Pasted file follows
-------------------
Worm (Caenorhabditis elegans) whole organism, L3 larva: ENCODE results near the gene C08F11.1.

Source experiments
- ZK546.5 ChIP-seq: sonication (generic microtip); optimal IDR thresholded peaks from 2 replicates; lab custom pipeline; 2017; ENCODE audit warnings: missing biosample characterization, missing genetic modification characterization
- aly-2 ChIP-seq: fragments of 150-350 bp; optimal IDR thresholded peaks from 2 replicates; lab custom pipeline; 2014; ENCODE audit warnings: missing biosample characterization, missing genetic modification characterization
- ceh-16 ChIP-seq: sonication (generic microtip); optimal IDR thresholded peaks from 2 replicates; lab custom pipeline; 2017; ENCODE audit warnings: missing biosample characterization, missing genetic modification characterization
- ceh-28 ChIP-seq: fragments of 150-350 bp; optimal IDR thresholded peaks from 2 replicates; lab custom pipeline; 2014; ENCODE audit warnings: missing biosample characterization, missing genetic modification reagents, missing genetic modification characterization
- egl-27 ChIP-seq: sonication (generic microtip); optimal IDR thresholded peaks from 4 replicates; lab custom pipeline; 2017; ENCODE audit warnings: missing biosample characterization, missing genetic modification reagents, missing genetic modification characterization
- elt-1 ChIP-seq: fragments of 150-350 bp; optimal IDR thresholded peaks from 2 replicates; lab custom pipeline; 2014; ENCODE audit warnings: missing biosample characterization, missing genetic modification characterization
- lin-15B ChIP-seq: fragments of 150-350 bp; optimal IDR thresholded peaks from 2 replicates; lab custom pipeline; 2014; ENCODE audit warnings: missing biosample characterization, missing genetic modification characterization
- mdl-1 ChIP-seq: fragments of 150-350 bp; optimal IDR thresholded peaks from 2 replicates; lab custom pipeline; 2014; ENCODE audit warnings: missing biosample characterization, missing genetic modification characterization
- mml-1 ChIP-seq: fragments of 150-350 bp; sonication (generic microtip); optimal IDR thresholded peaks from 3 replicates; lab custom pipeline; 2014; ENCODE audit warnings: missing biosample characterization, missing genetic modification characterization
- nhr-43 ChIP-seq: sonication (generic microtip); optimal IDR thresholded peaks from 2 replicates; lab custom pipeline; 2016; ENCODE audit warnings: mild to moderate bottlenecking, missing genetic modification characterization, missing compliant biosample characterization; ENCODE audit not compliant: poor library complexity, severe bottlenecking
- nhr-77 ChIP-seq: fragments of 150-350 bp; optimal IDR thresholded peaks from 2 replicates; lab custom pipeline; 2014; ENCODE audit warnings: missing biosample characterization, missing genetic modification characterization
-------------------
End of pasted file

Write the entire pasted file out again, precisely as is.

Worm (Caenorhabditis elegans) whole organism, L3 larva: ENCODE results near the gene C08F11.1.

Source experiments
- ZK546.5 ChIP-seq: sonication (generic microtip); optimal IDR thresholded peaks from 2 replicates; lab custom pipeline; 2017; ENCODE audit warnings: missing biosample characterization, missing genetic modification characterization
- aly-2 ChIP-seq: fragments of 150-350 bp; optimal IDR thresholded peaks from 2 replicates; lab custom pipeline; 2014; ENCODE audit warnings: missing biosample characterization, missing genetic modification characterization
- ceh-16 ChIP-seq: sonication (generic microtip); optimal IDR thresholded peaks from 2 replicates; lab custom pipeline; 2017; ENCODE audit warnings: missing biosample characterization, missing genetic modification characterization
- ceh-28 ChIP-seq: fragments of 150-350 bp; optimal IDR thresholded peaks from 2 replicates; lab custom pipeline; 2014; ENCODE audit warnings: missing biosample characterization, missing genetic modification reagents, missing genetic modification characterization
- egl-27 ChIP-seq: sonication (generic microtip); optimal IDR thresholded peaks from 4 replicates; lab custom pipeline; 2017; ENCODE audit warnings: missing biosample characterization, missing genetic modification reagents, missing genetic modification characterization
- elt-1 ChIP-seq: fragments of 150-350 bp; optimal IDR thresholded peaks from 2 replicates; lab custom pipeline; 2014; ENCODE audit warnings: missing biosample characterization, missing genetic modification characterization
- lin-15B ChIP-seq: fragments of 150-350 bp; optimal IDR thresholded peaks from 2 replicates; lab custom pipeline; 2014; ENCODE audit warnings: missing biosample characterization, missing genetic modification characterization
- mdl-1 ChIP-seq: fragments of 150-350 bp; optimal IDR thresholded peaks from 2 replicates; lab custom pipeline; 2014; ENCODE audit warnings: missing biosample characterization, missing genetic modification characterization
- mml-1 ChIP-seq: fragments of 150-350 bp; sonication (generic microtip); optimal IDR thresholded peaks from 3 replicates; lab custom pipeline; 2014; ENCODE audit warnings: missing biosample characterization, missing genetic modification characterization
- nhr-43 ChIP-seq: sonication (generic microtip); optimal IDR thresholded peaks from 2 replicates; lab custom pipeline; 2016; ENCODE audit warnings: mild to moderate bottlenecking, missing genetic modification characterization, missing compliant biosample characterization; ENCODE audit not compliant: poor library complexity, severe bottlenecking
- nhr-77 ChIP-seq: fragments of 150-350 bp; optimal IDR thresholded peaks from 2 replicates; lab custom pipeline; 2014; ENCODE audit warnings: missing biosample characterization, missing genetic modification characterization